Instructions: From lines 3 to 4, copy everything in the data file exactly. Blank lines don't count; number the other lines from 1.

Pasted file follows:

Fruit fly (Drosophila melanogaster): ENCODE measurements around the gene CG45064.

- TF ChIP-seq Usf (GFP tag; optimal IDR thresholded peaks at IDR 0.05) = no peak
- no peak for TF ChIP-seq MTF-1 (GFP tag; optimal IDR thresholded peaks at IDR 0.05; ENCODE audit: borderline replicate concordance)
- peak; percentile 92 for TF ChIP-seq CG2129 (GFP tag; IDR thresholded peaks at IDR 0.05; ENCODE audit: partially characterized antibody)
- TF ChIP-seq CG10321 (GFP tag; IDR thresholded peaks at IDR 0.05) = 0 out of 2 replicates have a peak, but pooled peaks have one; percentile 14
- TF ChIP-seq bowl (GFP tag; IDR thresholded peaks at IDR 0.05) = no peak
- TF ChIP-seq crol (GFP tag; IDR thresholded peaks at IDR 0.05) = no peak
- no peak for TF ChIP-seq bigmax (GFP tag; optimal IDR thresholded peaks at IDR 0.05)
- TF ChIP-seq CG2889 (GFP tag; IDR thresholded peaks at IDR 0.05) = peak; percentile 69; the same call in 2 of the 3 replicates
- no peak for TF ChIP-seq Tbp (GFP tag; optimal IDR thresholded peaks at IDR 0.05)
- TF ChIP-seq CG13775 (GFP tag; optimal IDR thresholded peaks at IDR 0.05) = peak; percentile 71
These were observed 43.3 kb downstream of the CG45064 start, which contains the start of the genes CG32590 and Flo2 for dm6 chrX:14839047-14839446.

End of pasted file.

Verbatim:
- no peak for TF ChIP-seq MTF-1 (GFP tag; optimal IDR thresholded peaks at IDR 0.05; ENCODE audit: borderline replicate concordance)
- peak; percentile 92 for TF ChIP-seq CG2129 (GFP tag; IDR thresholded peaks at IDR 0.05; ENCODE audit: partially characterized antibody)